• Environmental History
  • OR
  • Environmental History
  • Agroecology

Concentration in Biology/Psychology

  • General Biology I
  • General Biology II
  • Animal Behavior
  • Biopsychology
  • Evolutionary Psychology
  • Ecology

Other courses at Wilson College include:

Thinking About Animals

David True

This seminar examines prominent interpretations of animals in philosophical, scientific, and religious traditions, in conversation with recent revisionist interpretations.  Central to the seminar is the relationship between animals, human beings, morality, and religious understandings of the divine.  Questions to be considered include: What are the origins of our interpretations of animals?  What, if anything, distinguishes human beings and animals?  How should animals be treated?  Should we continue to ride horses, eat meat, and experiment on animals?

York College of Pennsylvania

Philosophy and Literary Studies

The Borders and Boundaries of Humanity

Colbey Reid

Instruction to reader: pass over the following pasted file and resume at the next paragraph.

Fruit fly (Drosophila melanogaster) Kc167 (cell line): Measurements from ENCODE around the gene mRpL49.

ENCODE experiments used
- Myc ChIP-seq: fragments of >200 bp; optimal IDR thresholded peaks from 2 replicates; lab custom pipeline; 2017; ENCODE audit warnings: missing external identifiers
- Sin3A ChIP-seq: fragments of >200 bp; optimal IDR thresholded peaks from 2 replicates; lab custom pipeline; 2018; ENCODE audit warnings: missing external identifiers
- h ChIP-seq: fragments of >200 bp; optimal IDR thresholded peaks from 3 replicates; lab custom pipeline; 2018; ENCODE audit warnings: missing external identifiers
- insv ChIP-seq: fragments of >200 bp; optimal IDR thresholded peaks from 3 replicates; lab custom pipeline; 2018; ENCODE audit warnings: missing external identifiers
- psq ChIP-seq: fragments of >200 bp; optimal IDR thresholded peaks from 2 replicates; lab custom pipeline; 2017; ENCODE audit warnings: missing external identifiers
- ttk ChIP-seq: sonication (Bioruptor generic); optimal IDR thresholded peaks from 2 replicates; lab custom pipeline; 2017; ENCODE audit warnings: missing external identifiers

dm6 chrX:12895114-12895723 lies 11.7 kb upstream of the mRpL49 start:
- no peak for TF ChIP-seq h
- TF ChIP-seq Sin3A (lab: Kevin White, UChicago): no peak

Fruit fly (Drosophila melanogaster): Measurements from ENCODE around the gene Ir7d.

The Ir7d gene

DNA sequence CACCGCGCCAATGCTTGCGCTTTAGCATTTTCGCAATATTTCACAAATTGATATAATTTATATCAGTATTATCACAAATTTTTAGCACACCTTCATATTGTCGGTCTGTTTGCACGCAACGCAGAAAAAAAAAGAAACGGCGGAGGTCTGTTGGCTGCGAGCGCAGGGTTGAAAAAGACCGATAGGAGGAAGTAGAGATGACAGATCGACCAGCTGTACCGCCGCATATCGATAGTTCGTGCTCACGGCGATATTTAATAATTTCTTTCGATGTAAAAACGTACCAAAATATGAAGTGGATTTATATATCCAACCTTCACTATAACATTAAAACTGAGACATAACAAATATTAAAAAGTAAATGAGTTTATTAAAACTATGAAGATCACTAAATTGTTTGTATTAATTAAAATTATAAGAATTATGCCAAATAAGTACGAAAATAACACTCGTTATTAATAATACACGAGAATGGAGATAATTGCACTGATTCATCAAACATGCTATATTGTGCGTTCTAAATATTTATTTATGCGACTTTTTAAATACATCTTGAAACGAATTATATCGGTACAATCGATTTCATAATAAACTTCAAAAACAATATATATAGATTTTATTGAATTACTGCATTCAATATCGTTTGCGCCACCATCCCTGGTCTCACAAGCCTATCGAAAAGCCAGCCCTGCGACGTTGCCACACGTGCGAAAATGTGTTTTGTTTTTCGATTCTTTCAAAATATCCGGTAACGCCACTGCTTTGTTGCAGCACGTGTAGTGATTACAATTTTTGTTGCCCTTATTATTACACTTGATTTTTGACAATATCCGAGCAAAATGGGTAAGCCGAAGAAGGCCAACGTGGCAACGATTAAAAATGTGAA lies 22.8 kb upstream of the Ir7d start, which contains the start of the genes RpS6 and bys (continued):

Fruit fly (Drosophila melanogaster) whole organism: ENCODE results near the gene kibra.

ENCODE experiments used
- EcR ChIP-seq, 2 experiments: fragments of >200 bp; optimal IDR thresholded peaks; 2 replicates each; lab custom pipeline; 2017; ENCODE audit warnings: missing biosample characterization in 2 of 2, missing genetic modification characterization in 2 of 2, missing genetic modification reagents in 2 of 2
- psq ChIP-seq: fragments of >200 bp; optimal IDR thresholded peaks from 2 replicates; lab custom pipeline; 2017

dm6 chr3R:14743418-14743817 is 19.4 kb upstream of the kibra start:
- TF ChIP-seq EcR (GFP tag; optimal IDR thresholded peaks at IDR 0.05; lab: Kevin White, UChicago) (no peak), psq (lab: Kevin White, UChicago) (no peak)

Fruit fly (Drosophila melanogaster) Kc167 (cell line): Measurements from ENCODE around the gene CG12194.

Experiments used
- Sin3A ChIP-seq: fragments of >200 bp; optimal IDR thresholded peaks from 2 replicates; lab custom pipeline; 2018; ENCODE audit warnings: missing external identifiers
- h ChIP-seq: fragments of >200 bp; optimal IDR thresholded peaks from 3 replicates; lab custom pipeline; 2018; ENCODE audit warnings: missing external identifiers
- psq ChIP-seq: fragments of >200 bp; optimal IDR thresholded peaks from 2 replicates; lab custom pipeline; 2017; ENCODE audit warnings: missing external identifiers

The Senior Seminar for Literature and Philosophy majors will address the topic of “Borders and Boundaries,” which is also the topic for the 2010-2011 Humanities Lecture Series. The title is abstract, but it captures the variety of intrinsically interesting mixed forms regularly manufactured by culture and biology: cyborgs, monsters, and other “freaks of nature.” Borders are made for crossing, and the ordinary combinatory actions we daily witness and enact include the fantastical transgressions of science fiction as well as the banal mixtures occasioned by conversation, immigration, evolution, and sexual intercourse. The human composition of the Seminar—its students and faculty—enacts another mode of border-crossing. We are an interdisciplinary crew, ourselves smudging the boundary between literary and philosophical representations and methodologies. We’ll try to understand what modes of inquiry define literature and philosophy in order to undermine and mingle them. Both theoretical and aesthetic concepts, like post-humanism and narcissism, metaphor and collage, will help us to understand the stakes and means of transgression. Four major boundaries will structure our texts and discussions this semester. These include the borders between humans and animals, humans and machines, humans and monsters, and an array of divisions within the self or of the self from other humans (and god). Essentially, this class is about all the figural limits and moral taboos humans generate—our lawmaking activities—and understanding why we want (need) them. It’s equally about why we like to systematically violate taboos—our lawbreaking activities. Freud argues in “Negation” that every “no” can be seen as a way of guaranteeing our enjoyment of “yes” when it inevitably occurs. Of course, he also argues elsewhere for the primary masochism of human beings: our seemingly perverse pleasure in generating “no’s” in order to affect self-discipline, often to the point of self-annihilation. Our class is about both strange, and fundamentally human, impulses. Thus the course begins with a warning: the content is designed for mature audiences, and it can be disturbing. At least, we hope it is. Disturbing things make us stop and think: about what’s natural, and what’s not. About what’s permissible, and what’s not. About whether we can still tell the difference.